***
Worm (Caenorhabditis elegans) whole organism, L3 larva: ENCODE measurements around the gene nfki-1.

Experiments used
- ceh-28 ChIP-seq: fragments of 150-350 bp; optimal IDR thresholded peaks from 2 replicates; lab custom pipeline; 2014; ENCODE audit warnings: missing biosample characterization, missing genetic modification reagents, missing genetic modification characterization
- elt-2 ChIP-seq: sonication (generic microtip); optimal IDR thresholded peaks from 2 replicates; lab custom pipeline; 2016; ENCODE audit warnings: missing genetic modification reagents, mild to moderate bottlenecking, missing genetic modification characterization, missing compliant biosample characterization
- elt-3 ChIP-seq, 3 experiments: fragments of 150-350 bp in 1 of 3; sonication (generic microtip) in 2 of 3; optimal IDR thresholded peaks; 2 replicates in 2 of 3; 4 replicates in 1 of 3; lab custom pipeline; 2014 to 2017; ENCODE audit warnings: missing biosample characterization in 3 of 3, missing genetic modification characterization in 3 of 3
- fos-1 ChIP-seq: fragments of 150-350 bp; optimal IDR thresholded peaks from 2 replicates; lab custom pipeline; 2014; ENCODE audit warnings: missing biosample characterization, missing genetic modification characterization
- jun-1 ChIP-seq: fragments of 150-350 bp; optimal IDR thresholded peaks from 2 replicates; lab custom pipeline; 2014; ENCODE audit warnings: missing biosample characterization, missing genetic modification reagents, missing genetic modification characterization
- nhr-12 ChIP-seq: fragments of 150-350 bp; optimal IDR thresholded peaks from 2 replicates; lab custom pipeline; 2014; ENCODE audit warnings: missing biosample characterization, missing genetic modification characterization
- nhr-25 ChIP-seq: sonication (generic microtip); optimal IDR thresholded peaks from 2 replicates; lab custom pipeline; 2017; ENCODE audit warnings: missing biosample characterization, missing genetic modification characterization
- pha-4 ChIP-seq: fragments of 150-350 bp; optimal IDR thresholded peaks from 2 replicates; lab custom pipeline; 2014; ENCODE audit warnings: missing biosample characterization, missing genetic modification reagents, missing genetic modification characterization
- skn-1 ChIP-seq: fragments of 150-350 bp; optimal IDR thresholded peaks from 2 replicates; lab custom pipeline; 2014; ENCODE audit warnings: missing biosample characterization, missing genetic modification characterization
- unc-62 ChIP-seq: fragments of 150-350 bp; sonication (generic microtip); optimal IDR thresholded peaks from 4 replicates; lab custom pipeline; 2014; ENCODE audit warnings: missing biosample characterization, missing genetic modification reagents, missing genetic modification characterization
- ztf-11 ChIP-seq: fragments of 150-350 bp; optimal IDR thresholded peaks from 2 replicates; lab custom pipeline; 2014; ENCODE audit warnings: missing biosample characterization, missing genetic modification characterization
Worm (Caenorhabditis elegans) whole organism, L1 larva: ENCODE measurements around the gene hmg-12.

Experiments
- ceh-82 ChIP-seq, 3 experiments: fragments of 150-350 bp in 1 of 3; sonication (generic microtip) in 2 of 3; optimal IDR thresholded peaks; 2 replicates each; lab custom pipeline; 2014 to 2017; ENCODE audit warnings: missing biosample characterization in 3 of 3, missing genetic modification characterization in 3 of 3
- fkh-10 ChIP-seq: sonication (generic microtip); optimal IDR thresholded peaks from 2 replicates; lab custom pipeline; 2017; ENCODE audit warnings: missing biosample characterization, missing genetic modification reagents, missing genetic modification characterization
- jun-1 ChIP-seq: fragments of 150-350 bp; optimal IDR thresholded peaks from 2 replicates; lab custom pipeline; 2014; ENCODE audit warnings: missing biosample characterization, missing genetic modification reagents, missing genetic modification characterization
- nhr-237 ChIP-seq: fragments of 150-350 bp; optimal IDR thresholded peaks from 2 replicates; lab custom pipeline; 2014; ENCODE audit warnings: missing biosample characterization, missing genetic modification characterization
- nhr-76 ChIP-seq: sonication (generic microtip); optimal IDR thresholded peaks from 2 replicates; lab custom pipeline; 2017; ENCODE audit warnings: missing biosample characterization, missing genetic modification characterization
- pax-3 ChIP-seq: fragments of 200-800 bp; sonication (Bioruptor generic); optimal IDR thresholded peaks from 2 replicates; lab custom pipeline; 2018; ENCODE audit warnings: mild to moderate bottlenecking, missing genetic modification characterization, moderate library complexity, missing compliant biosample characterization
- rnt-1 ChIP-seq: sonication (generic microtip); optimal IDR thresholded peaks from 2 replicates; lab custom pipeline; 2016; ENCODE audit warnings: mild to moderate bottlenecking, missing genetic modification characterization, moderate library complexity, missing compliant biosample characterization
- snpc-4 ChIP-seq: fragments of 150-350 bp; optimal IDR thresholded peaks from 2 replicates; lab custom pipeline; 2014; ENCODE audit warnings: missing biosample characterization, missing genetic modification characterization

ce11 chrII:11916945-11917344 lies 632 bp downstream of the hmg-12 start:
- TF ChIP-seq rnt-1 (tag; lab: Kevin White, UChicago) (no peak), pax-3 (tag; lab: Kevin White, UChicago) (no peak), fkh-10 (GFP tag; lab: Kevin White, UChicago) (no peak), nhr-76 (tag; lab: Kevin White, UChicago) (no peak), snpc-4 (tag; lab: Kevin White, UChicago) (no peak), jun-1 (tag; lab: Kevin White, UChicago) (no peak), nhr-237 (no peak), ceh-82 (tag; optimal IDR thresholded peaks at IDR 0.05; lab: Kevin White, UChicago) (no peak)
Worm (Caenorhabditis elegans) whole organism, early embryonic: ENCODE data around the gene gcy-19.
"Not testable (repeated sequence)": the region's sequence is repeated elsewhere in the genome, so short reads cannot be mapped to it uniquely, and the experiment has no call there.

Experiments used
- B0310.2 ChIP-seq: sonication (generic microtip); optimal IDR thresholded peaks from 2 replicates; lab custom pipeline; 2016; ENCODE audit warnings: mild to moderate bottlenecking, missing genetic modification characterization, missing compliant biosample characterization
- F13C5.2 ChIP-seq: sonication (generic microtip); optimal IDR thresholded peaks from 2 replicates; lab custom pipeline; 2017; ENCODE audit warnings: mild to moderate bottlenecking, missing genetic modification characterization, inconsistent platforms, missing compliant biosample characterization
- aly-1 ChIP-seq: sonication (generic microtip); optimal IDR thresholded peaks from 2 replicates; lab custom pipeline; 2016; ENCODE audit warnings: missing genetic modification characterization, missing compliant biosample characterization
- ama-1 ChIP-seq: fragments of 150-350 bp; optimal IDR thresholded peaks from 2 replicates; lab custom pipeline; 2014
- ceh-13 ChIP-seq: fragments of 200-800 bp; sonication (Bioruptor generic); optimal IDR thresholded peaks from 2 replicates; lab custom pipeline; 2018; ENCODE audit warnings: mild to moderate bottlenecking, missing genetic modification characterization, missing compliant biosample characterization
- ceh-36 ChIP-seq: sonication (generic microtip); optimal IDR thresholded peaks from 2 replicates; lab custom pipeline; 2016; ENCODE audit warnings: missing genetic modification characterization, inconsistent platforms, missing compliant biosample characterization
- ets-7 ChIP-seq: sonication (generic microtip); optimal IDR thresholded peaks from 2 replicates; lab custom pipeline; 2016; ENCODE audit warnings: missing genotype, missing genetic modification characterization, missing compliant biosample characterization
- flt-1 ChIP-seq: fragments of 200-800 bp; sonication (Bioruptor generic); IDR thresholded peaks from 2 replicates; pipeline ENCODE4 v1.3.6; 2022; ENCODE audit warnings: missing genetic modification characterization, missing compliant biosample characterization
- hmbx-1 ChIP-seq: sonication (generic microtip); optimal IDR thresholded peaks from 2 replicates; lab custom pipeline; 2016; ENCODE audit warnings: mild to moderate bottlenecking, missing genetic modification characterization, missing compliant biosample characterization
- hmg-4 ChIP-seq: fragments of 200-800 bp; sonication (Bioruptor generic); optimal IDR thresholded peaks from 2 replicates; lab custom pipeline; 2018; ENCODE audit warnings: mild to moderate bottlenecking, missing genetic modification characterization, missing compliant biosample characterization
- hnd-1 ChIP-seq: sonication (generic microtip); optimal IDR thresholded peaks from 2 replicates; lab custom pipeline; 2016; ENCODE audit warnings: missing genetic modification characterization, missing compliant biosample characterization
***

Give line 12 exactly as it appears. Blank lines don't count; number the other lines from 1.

- unc-62 ChIP-seq: fragments of 150-350 bp; sonication (generic microtip); optimal IDR thresholded peaks from 4 replicates; lab custom pipeline; 2014; ENCODE audit warnings: missing biosample characterization, missing genetic modification reagents, missing genetic modification characterization